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Adam Dickinson-excerpts from "The Annals of Bath County, Virginia"

Book by Oren F. Morton, B.Lit.; The McLure Co, Inc, Staunton, VA, 1917.
I do not know who did the excerpting; I did the highlighting.
I'm sure that this article (in essentially this form) was once posted on, but I cannot find it now.

Excerpts from Annals of Bath County Virginia, by Oren F. Morton, B.Lit.; The McLure Co, Inc, Staunton, VA, 1917.

Full text at

Chap II "Discovery and Settlement", p.16, 17 - If, as is probable, no settlers had appeared in the Bath area before 1743, this will explain why the surveying did not begin in earnest until nearly two years had elapsed. September 26, 1745, the Lewises appeared on the Cowpasture, just above Nimrod Hall, and surveyed 1080 acres for Adam Dickenson. ... During the last week in April, [1746], the surveyors were busy on Jackson's River. Their largest tract was for William Jackson. Immediately below was a second large tract for Adam Dickenson, who took a third a little lower down.

Chap III "The Lewis Land Grant", p.32 (paraphrased) - 875 Acres, Dunlap Creek, Patent date 1750 - Adam Dickenson

Chap IV "Areas of Settlement", p.38-39 - Adam Dickenson, the leading pioneer on the lower Cowpasture, was in 1733 living at Hanover, New Jersey. In 1742 he was an ironworker in Lancaster County, Pennsylvania, but seems to have moved in the same year to Prince George County, Maryland. It was at this date that he entered into a bond in favor of Thomas Lindsay, whereby he was to patent 1,000 acres on Clover Creek, "otherwise ye Cow Pasture"; and place two families on the tract. Four years later, he brought suit against Roger Hunt, Lindsay's assignee, for a failure to comply with the contract. He must have come to the Cowpasture himself by 1744. When Augusta was organized, at the close of 1745, he alone, of the 21 justices in the first county court, represented the portion of the county west of Shenandoah Mountain. His grist-mill was evidently the first in this region, and the church built on his homestead was undoubtedly the first house of worship among the southern Alleghanies. Dickenson acquired at least 3321 acres of choice hind. He died intestate about 1760. His personal property was appraised by his neighbors, James Gillespie, James McCay, John Young, and Andrew Sitlington, at almost $1,000, easily the equivalent of $5,000 today. The estate included two slaves, 33 cattle, and a wagon valued at $23.33. The only book was a large Bible. Abigail, a daughter, married William McClung. Another daughter was Mary Davis.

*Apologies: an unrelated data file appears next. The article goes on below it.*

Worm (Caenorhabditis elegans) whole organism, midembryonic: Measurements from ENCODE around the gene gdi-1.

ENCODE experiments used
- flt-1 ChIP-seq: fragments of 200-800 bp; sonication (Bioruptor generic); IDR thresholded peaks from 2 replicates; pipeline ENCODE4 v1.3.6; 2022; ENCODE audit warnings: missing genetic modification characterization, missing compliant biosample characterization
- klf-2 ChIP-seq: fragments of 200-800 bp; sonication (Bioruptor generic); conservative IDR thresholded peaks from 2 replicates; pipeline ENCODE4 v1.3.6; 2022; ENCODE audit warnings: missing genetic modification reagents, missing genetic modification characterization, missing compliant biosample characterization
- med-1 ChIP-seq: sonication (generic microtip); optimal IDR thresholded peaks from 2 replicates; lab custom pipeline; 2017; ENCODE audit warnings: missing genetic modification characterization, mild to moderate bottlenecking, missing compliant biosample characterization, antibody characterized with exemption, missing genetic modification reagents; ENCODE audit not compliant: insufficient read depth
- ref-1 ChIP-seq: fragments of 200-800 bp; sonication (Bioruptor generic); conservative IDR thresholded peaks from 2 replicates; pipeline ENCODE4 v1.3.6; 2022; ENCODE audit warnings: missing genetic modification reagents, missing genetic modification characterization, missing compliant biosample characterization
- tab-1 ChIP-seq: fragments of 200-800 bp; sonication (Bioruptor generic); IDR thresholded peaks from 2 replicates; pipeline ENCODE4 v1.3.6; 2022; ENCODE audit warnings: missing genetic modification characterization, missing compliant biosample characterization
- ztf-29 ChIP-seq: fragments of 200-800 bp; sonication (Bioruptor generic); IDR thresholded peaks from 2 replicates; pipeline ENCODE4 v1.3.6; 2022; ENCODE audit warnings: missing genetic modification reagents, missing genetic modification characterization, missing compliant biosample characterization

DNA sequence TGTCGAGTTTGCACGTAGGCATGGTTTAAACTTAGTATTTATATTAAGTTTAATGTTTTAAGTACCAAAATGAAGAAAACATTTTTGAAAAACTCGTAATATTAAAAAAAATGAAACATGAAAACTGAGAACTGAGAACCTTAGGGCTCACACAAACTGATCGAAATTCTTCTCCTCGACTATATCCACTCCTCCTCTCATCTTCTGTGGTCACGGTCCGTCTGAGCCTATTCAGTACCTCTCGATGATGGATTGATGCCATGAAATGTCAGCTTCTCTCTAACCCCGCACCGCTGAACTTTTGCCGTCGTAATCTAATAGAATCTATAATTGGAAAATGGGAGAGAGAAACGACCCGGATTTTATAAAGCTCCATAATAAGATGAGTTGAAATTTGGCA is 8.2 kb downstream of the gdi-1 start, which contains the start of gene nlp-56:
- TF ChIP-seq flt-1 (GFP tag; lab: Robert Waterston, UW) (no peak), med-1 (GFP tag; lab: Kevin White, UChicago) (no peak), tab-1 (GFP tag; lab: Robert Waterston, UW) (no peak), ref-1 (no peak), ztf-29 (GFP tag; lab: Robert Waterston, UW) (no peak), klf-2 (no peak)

John, the only son of Adam Dickenson, was almost an exact contemporary to George Washington. He was born in 1731 and died in 1799. At the age of 22 he was a captain of horse, and during the next 25 years he saw very much military service on the frontier. After being wounded in at least two skirmishes with the Indians, he received a severe hurt in the shoulder at the battle of Point Pleasant...

Chapter VI "Early Political History"

p.52 The earliest mill license seems to be the one issued to Adam Dickenson February 12, 1747. It must have been a new mill that was built on the Dickenson plantation by William Hamilton about 1763. In that year the labor that had been put into the new building was pronounced ;by David Davis and Samuel Vance as worth four pounds cash, or $13.33. The Hamilton mill was doubtless to replace one burned by the Indians.

p.53 - Until local government was organized in Augusta, which was not until the close of 1745, its settlers had to go to Orange to attend court, a distance from Fort Lewis of over 100 miles. The first justices from its own territory were John Lewis and James Patron. The former seems to have been commissioned in 1739. There was no resident justice in the Bath area until Adam Dickenson was appointed in 1745. John Dickenson was chosen in 1756.